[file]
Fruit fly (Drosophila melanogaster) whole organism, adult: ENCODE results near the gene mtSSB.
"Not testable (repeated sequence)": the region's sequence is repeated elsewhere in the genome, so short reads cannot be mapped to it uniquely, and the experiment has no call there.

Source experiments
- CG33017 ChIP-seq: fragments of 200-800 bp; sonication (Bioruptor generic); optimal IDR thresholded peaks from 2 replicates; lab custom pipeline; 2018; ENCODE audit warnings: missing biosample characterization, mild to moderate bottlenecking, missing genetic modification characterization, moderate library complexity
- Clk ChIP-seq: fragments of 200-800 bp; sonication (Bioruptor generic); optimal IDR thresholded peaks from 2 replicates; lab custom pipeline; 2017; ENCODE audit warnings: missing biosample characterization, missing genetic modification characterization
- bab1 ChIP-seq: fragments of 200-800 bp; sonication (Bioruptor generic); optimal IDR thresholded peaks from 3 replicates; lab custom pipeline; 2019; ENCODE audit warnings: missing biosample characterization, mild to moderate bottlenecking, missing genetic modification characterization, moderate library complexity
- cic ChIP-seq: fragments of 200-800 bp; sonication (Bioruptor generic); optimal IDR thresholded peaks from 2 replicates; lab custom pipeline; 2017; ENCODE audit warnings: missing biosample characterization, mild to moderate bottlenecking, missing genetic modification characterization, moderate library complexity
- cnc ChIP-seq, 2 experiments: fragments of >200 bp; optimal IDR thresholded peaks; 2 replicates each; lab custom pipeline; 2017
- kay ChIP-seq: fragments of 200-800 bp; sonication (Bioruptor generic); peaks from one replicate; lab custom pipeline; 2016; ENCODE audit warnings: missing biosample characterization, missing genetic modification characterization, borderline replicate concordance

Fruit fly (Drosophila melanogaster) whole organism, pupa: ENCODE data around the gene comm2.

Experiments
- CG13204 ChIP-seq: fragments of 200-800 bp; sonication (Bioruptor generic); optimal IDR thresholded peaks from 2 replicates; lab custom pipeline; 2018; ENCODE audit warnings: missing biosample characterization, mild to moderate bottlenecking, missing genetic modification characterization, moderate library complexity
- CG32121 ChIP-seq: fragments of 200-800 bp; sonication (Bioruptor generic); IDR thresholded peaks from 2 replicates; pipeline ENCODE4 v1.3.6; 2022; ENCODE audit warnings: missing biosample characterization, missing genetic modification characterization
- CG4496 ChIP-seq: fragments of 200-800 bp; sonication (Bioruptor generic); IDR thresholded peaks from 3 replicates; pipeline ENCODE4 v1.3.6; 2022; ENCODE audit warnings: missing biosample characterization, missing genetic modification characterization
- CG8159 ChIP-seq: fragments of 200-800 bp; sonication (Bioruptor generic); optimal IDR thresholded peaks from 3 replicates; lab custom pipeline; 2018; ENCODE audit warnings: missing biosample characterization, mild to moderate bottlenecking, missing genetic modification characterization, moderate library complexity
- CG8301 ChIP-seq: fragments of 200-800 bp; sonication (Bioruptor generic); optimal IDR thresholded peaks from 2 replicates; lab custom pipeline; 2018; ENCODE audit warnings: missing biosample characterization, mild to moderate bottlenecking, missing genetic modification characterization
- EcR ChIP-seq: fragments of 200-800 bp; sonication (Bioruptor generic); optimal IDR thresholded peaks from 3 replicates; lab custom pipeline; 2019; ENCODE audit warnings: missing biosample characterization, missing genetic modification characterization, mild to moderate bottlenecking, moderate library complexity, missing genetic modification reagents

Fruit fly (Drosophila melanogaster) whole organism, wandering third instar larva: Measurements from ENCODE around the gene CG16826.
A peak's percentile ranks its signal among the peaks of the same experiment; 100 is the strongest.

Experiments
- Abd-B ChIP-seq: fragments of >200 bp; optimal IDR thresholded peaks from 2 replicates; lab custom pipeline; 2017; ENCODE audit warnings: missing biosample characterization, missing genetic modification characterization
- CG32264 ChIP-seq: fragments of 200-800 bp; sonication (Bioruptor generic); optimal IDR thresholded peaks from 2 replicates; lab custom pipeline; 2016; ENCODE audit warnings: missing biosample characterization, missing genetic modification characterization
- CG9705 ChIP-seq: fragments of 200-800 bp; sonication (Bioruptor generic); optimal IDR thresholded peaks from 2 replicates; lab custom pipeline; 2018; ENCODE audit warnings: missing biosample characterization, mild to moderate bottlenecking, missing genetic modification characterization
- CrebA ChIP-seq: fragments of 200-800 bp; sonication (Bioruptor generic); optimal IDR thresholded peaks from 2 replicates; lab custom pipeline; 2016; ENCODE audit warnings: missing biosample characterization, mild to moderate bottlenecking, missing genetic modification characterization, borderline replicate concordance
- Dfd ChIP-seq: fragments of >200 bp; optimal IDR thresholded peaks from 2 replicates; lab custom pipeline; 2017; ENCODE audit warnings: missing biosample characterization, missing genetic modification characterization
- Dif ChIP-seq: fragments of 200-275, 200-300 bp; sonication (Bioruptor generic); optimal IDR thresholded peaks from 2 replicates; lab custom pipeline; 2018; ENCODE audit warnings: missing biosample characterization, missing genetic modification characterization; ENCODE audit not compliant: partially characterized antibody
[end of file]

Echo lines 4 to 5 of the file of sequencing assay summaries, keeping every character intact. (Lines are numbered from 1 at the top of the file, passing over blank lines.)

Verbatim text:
- CG33017 ChIP-seq: fragments of 200-800 bp; sonication (Bioruptor generic); optimal IDR thresholded peaks from 2 replicates; lab custom pipeline; 2018; ENCODE audit warnings: missing biosample characterization, mild to moderate bottlenecking, missing genetic modification characterization, moderate library complexity
- Clk ChIP-seq: fragments of 200-800 bp; sonication (Bioruptor generic); optimal IDR thresholded peaks from 2 replicates; lab custom pipeline; 2017; ENCODE audit warnings: missing biosample characterization, missing genetic modification characterization